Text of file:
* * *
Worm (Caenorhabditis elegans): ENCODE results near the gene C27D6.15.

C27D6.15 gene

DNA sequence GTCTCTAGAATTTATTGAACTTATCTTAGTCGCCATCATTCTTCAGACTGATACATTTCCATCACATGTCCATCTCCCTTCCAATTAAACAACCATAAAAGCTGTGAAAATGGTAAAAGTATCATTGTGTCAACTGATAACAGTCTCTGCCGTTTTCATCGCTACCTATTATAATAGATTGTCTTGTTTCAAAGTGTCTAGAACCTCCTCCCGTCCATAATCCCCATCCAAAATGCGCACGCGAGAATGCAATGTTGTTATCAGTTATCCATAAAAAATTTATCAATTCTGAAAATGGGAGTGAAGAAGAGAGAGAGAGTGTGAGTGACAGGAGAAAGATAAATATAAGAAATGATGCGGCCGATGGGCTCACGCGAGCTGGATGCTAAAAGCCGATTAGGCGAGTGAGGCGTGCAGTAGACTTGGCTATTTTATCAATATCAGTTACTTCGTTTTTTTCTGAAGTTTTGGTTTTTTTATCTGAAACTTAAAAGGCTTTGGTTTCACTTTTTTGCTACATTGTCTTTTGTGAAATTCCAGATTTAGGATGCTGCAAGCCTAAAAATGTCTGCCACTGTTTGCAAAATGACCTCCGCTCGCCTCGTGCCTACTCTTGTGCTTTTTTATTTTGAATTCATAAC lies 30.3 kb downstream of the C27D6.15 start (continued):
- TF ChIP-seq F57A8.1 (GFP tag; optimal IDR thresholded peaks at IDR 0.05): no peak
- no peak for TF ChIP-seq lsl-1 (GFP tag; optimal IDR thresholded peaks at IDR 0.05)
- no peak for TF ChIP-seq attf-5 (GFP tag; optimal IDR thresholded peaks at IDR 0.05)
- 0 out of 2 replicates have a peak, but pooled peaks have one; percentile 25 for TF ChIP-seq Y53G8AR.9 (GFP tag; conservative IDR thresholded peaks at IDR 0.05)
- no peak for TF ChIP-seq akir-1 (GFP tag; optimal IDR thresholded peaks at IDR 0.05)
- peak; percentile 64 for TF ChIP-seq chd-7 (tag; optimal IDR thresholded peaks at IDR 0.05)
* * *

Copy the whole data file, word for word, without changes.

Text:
Worm (Caenorhabditis elegans): ENCODE results near the gene C27D6.15.

C27D6.15 gene

DNA sequence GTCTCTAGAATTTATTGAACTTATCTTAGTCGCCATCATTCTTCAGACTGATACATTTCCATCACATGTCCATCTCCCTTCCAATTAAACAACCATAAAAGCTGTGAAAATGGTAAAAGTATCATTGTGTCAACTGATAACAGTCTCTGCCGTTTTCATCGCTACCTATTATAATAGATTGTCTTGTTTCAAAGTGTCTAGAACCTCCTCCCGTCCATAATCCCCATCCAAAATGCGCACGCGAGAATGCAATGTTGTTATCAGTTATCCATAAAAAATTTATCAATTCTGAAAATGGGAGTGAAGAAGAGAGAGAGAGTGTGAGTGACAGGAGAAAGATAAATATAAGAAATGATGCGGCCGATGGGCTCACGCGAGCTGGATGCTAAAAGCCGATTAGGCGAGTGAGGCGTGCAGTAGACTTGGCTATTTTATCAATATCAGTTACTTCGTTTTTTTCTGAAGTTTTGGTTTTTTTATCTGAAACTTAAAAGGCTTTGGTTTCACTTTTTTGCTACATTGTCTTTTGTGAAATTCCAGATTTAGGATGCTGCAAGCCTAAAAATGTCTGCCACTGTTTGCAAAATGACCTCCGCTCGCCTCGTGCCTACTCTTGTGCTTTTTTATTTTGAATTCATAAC lies 30.3 kb downstream of the C27D6.15 start (continued):
- TF ChIP-seq F57A8.1 (GFP tag; optimal IDR thresholded peaks at IDR 0.05): no peak
- no peak for TF ChIP-seq lsl-1 (GFP tag; optimal IDR thresholded peaks at IDR 0.05)
- no peak for TF ChIP-seq attf-5 (GFP tag; optimal IDR thresholded peaks at IDR 0.05)
- 0 out of 2 replicates have a peak, but pooled peaks have one; percentile 25 for TF ChIP-seq Y53G8AR.9 (GFP tag; conservative IDR thresholded peaks at IDR 0.05)
- no peak for TF ChIP-seq akir-1 (GFP tag; optimal IDR thresholded peaks at IDR 0.05)
- peak; percentile 64 for TF ChIP-seq chd-7 (tag; optimal IDR thresholded peaks at IDR 0.05)